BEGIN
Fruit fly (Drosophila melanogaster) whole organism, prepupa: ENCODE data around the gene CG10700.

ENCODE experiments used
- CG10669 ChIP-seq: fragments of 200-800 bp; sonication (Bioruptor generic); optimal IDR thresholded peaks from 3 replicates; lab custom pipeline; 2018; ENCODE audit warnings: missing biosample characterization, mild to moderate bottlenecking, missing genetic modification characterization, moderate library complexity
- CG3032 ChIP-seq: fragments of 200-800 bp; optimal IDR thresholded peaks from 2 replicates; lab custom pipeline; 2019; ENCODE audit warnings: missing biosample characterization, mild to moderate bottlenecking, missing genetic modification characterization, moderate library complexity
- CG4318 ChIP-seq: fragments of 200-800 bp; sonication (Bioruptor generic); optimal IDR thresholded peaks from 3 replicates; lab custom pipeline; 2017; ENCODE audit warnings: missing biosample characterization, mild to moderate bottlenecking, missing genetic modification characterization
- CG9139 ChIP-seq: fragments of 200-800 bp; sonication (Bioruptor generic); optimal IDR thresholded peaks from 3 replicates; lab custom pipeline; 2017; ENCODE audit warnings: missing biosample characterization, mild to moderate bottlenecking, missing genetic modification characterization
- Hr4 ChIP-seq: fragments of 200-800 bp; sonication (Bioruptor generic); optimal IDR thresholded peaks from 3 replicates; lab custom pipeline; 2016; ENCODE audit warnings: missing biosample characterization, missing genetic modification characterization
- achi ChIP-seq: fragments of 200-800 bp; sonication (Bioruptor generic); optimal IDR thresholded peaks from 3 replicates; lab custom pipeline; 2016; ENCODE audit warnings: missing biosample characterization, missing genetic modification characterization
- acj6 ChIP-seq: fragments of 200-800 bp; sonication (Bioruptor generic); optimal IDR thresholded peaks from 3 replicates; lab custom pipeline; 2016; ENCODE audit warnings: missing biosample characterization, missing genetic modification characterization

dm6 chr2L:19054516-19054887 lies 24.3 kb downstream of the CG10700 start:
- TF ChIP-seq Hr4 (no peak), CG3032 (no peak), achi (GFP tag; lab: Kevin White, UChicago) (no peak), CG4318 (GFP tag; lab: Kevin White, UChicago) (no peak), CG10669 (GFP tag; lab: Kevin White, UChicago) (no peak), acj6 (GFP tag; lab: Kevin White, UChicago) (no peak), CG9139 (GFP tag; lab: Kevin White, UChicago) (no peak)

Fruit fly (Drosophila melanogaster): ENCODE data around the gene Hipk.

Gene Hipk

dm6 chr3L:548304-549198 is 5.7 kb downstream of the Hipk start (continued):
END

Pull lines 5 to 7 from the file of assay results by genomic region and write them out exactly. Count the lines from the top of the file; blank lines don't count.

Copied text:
- CG4318 ChIP-seq: fragments of 200-800 bp; sonication (Bioruptor generic); optimal IDR thresholded peaks from 3 replicates; lab custom pipeline; 2017; ENCODE audit warnings: missing biosample characterization, mild to moderate bottlenecking, missing genetic modification characterization
- CG9139 ChIP-seq: fragments of 200-800 bp; sonication (Bioruptor generic); optimal IDR thresholded peaks from 3 replicates; lab custom pipeline; 2017; ENCODE audit warnings: missing biosample characterization, mild to moderate bottlenecking, missing genetic modification characterization
- Hr4 ChIP-seq: fragments of 200-800 bp; sonication (Bioruptor generic); optimal IDR thresholded peaks from 3 replicates; lab custom pipeline; 2016; ENCODE audit warnings: missing biosample characterization, missing genetic modification characterization